"I'm sorry I only won you $4," apologized Otis.

"That's OK," said the dealer. "You lost $25."

What a heartless twat.

Despite the hurricane, we were all fairly calm and just weathered the storm. We counted down the minutes until our rough dealer finished her shift and a new dealer took her place. The Asian guy in the first seat was on mega-tilt. He had been betting small -- no more than $25 a hand, and then all of a sudden, he jacked up his bets to $250 to $300. When an Ethiopian dealer took his turn in the box, the Asian guy lost his cool. He was a cook. I could tell by his checkered pants -- standard uniform for someone who toils away in a kitchen. He wore a green sweatshirt, but no one paid attention to his pants. I wondered if he worked in one of the kitchens at the Gold Coast. Maybe he was a Rio cook responsible for those awful kangaroo burgers in the Poker Kitchen? Just like my colleagues in the poker media looking to blow off steam, the cook also headed to the Pai Gow tables to have a little fun and excitement. Except this guy's patience had worn thin after the brutal mugging from Kelly Osbourne. The new dealer didn't help things. He kept fucking up Otis' hands. He scooped up his cards twice without properly paying Otis. He also forgot to pay Otis' bonus on more than one instance. One time when the Ethiopian didn't pay Otis, he unleashed a growl that sounded more like a wounded jaguar. The Ethiopian nervously apologized and paid Otis his bonus money. Even the most even keeled Otis was getting testy with the inept payout procedures from this dealer. We longed to have Mai back. She was sweet. She took care of us. She knew exactly what we were about and the purpose of our agenda -- to hang out and get free drinks and gamble as long as possible without losing much money. Mai joined in on the fun, but all of the other dealers didn't want anything to do with us, which created large gaps in my session when I was bitter about the silent and humorless bots dealing to us.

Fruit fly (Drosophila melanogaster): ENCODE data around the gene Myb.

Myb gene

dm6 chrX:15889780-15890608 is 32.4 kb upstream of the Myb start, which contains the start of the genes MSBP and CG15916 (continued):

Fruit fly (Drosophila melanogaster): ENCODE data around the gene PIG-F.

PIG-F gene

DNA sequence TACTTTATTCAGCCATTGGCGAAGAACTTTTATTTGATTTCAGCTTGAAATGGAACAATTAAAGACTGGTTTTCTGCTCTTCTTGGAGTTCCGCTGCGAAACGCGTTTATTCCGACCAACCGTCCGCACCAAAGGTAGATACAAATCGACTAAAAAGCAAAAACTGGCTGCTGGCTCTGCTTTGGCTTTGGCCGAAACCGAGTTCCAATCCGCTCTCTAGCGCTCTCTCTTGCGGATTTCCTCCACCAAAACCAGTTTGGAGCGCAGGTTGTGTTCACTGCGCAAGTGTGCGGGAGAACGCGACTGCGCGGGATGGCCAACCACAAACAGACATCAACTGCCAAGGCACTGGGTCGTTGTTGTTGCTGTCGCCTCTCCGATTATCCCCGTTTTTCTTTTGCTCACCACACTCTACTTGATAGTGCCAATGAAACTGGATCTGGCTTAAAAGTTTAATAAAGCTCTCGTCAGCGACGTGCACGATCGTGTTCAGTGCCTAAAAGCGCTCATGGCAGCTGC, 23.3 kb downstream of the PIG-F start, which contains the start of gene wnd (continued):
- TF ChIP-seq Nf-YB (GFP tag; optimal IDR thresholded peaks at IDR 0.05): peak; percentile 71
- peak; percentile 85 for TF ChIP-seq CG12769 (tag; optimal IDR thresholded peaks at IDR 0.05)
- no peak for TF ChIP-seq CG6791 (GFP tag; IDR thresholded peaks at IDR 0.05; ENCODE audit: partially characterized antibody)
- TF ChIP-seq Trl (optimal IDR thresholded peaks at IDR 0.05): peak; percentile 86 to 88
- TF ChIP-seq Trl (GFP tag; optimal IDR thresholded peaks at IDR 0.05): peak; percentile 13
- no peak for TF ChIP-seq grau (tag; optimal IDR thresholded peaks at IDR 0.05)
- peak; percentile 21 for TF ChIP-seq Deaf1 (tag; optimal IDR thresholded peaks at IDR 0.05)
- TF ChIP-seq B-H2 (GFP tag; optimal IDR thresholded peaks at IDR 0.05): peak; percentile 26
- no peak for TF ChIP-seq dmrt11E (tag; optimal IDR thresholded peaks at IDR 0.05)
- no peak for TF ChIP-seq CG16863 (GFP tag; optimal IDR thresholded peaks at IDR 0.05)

We held one table for over six hours hours. I started on the table around 4:30-5pm and didn't leave until close to 11:15 or so. My session had lots of twists and turns, but I ended up a bit because I maintained discipline with the size of my bets. I kept them small and didn't let the outcome of the previous hand (or hands) affected the amounts of my wagers. I maintained a limit and stuck to it. That's a difficult task in the land of indulgence.

The Gold Coast uses commission squares to indicate how much you owe in past due commission. Other casinos take out the juice when they pay you, but the Gold Coast waits every thirty minutes to collect from you. In one way, I prefer the delayed commission payment because you can see whether or not you're doing well for a particular dealer. If you have nothing in your square, it means you've been getting violated by the dealer. If you have any red chips, it's a sign that you've been running good.

Considering the maelstrom of non-sexual pain that Kelly Osbourne inflicted upon us, I stumbled upon a stunning realization -- for the first time in a long time, I had red chips in my commission square. Somehow, I caught a few lucky cards at the right time. I paid my juice, colored-up chips, slid the blackbirds into my pocket, and shuffled off to the cage.

Lucky cards.

Editor's Note: This is another edition for a series of posts on Pai Gow addiction. Other installments include Cult of the Dragon, Dilettante and Mr. Pai Gow.


  1. "The Pai Gow Diaries"

    Sounds like a great continuation book to "Lost Vegas".

  2. Good company, 'free' booze and a good dealer, can a person ask for anything better for a few hours of fun?

    Well, perhaps the Tao of Luck?


  3. The Don Sturdy crew is going to be in Vegas this weekend, this is just fueling the fire for some Pai Gow degeneracy.

    Hope to see you at the tables.